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House panel advances bill to regulate medication abortions

March 1, 2022 GMT
FILE - In this July 17, 2017, file photo, escort volunteers line up outside the EMW Women's Surgical Center in Louisville, Ky., the state's only abortion clinic. Kentucky lawmakers took a first step Tuesday, March 1, 2022, toward putting more regulations on medication abortions, responding to the increased use of pills rather than surgery to terminate early pregnancies. A Republican-dominated House committee advanced a far-reaching abortion bill that would ban shipment of such medication by mail. It would require an in-person visit with a doctor, rather than using telehealth, before undergoing a medication abortion. (AP Photo/Dylan Lovan, File)
FILE - In this July 17, 2017, file photo, escort volunteers line up outside the EMW Women's Surgical Center in Louisville, Ky., the state's only abortion clinic. Kentucky lawmakers took a first step Tuesday, March 1, 2022, toward putting more regulations on medication abortions, responding to the increased use of pills rather than surgery to terminate early pregnancies. A Republican-dominated House committee advanced a far-reaching abortion bill that would ban shipment of such medication by mail. It would require an in-person visit with a doctor, rather than using telehealth, before undergoing a medication abortion. (AP Photo/Dylan Lovan, File)
FILE - In this July 17, 2017, file photo, escort volunteers line up outside the EMW Women's Surgical Center in Louisville, Ky., the state's only abortion clinic. Kentucky lawmakers took a first step Tuesday, March 1, 2022, toward putting more regulations on medication abortions, responding to the increased use of pills rather than surgery to terminate early pregnancies. A Republican-dominated House committee advanced a far-reaching abortion bill that would ban shipment of such medication by mail. It would require an in-person visit with a doctor, rather than using telehealth, before undergoing a medication abortion. (AP Photo/Dylan Lovan, File)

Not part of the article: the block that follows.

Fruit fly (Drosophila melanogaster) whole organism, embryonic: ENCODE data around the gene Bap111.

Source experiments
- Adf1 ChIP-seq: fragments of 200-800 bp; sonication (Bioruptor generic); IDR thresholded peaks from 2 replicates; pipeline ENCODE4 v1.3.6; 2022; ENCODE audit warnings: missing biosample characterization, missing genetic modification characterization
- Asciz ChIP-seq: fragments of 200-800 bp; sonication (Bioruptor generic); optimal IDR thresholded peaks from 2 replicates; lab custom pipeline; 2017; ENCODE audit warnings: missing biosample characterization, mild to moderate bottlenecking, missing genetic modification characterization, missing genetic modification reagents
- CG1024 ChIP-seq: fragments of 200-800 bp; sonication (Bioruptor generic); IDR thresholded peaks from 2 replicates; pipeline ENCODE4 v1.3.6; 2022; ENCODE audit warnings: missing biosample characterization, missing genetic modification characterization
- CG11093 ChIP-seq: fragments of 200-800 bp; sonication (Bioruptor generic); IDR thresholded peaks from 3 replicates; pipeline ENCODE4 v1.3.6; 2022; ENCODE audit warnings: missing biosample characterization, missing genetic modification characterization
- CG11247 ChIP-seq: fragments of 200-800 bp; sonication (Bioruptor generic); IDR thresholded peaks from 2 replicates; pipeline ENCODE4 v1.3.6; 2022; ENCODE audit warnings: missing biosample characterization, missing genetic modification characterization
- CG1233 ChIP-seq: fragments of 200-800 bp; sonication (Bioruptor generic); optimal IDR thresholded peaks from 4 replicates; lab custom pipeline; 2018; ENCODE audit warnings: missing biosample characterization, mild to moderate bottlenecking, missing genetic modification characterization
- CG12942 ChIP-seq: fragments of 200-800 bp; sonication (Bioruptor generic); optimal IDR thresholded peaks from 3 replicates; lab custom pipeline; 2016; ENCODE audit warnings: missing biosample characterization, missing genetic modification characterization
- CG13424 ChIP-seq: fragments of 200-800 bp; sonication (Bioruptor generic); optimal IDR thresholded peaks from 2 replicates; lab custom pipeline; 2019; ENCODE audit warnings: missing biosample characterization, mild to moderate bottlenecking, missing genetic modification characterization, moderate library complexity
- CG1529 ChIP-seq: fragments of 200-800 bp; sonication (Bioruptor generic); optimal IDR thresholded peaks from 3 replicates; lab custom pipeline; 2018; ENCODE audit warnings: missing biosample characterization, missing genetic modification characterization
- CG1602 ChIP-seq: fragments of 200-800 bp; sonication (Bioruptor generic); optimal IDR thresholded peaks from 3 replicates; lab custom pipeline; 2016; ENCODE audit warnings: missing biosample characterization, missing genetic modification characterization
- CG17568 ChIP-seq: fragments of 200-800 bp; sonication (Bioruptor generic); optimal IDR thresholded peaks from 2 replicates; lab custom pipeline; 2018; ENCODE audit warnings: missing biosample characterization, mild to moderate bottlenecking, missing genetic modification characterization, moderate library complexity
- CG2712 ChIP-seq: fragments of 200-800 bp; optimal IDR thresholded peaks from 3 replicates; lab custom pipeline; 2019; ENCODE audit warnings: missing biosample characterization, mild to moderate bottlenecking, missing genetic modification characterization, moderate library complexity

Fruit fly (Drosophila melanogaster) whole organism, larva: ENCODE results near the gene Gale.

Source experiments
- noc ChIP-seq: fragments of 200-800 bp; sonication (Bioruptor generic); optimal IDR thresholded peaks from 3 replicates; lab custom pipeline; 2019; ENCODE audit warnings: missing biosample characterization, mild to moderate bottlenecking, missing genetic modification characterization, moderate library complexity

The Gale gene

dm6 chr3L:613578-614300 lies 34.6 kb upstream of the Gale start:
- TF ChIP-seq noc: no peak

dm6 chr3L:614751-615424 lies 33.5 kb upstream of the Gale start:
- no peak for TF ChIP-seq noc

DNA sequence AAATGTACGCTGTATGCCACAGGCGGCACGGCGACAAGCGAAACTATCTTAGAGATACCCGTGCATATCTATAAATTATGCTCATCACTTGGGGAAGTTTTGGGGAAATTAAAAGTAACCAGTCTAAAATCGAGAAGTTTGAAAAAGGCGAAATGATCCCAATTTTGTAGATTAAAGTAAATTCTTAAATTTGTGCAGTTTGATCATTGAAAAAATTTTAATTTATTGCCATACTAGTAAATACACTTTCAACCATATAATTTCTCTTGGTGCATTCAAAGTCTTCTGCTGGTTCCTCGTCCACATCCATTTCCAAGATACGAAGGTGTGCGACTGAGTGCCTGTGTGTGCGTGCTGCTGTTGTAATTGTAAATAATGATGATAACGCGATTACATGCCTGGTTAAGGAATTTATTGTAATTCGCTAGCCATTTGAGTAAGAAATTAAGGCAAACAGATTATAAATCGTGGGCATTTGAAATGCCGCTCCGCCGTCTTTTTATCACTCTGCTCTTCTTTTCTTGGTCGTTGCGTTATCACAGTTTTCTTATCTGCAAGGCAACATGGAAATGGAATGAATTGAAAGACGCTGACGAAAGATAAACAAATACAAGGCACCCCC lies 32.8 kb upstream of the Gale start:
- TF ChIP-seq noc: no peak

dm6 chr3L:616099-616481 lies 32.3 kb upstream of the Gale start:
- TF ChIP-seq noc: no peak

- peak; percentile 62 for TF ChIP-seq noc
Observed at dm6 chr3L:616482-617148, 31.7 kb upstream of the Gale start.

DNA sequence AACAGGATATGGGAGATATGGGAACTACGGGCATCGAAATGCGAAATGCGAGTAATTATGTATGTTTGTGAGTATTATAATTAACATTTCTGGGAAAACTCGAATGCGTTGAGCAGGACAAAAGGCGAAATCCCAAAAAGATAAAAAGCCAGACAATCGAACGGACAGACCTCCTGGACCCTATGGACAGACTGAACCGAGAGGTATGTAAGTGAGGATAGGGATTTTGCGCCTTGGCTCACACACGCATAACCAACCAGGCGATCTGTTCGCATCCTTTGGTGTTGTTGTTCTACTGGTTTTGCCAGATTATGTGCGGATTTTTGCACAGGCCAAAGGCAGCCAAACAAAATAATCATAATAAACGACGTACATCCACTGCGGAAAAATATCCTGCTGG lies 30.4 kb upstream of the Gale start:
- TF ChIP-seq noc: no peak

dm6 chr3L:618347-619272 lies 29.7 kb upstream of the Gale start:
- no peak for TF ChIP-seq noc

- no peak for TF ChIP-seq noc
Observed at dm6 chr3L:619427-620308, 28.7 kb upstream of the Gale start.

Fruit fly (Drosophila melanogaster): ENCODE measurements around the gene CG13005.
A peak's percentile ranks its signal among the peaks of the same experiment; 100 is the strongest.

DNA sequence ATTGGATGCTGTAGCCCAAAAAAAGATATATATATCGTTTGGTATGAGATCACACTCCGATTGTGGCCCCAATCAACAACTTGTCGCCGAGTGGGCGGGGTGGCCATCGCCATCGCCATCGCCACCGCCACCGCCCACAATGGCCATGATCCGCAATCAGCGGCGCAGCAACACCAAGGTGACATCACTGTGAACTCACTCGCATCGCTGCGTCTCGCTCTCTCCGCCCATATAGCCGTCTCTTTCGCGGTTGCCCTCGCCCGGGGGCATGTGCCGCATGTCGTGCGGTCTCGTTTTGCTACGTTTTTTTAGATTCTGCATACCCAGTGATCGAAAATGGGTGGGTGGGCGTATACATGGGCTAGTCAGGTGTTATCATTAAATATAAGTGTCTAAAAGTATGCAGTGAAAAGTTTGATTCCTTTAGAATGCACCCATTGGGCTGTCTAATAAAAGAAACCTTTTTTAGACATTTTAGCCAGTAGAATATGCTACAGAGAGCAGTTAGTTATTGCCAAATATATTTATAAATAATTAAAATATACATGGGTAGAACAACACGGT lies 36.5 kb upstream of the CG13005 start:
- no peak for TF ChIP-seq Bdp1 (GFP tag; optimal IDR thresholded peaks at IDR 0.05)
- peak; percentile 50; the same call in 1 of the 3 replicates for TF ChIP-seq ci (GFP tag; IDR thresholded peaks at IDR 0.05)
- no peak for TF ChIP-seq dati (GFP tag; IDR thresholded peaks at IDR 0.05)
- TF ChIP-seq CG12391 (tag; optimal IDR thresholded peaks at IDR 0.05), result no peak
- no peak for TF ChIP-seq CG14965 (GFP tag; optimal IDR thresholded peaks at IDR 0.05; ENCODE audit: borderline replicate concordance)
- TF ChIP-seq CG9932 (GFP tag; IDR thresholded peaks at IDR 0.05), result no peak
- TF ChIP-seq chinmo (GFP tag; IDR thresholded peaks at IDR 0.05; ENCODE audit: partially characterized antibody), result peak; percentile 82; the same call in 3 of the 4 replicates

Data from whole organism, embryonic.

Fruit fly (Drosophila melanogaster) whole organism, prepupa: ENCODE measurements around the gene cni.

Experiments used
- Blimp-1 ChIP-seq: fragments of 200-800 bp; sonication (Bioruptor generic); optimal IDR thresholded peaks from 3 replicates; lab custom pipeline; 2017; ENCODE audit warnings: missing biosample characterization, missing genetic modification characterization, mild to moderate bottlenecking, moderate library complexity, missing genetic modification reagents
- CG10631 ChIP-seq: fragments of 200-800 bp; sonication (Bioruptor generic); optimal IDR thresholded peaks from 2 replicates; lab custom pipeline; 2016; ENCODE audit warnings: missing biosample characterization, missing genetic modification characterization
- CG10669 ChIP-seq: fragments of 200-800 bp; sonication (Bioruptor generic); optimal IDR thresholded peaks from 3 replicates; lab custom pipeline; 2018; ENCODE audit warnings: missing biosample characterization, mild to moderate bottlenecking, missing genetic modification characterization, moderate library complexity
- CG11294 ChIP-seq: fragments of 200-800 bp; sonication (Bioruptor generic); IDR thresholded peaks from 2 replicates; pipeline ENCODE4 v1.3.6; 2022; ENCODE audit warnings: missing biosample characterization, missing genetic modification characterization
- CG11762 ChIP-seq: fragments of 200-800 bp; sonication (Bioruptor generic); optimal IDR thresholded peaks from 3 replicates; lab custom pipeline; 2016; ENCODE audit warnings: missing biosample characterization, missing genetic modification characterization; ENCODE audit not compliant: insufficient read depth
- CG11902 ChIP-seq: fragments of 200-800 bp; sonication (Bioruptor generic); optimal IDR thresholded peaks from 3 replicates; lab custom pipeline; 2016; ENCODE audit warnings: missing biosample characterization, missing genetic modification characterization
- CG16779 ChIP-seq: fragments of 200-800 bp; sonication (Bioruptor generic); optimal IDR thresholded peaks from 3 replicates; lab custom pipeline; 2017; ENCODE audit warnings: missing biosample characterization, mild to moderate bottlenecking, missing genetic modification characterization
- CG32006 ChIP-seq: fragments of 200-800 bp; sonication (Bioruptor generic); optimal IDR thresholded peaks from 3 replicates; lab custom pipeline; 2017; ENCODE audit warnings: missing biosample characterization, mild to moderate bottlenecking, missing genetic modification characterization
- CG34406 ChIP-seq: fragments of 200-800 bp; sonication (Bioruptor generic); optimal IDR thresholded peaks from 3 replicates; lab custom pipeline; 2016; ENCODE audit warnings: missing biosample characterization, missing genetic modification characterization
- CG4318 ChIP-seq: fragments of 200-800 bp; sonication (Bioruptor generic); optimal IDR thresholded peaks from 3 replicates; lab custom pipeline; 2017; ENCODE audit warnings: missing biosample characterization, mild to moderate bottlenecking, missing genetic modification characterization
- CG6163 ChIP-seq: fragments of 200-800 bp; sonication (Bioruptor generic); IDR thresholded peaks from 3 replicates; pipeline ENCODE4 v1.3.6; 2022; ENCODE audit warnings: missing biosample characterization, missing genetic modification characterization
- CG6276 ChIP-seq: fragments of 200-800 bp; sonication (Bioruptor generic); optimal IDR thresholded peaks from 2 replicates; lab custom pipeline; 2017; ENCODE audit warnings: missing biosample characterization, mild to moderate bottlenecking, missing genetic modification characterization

FILE - In this July 17, 2017, file photo, escort volunteers line up outside the EMW Women's Surgical Center in Louisville, Ky., the state's only abortion clinic. Kentucky lawmakers took a first step Tuesday, March 1, 2022, toward putting more regulations on medication abortions, responding to the increased use of pills rather than surgery to terminate early pregnancies. A Republican-dominated House committee advanced a far-reaching abortion bill that would ban shipment of such medication by mail. It would require an in-person visit with a doctor, rather than using telehealth, before undergoing a medication abortion. (AP Photo/Dylan Lovan, File)
FILE - In this July 17, 2017, file photo, escort volunteers line up outside the EMW Women's Surgical Center in Louisville, Ky., the state's only abortion clinic. Kentucky lawmakers took a first step Tuesday, March 1, 2022, toward putting more regulations on medication abortions, responding to the increased use of pills rather than surgery to terminate early pregnancies. A Republican-dominated House committee advanced a far-reaching abortion bill that would ban shipment of such medication by mail. It would require an in-person visit with a doctor, rather than using telehealth, before undergoing a medication abortion. (AP Photo/Dylan Lovan, File)

FRANKFORT, Ky. (AP) — Kentucky lawmakers took a first step Tuesday toward putting more regulations on medication abortions, responding to the increased use of pills rather than surgery to terminate early pregnancies.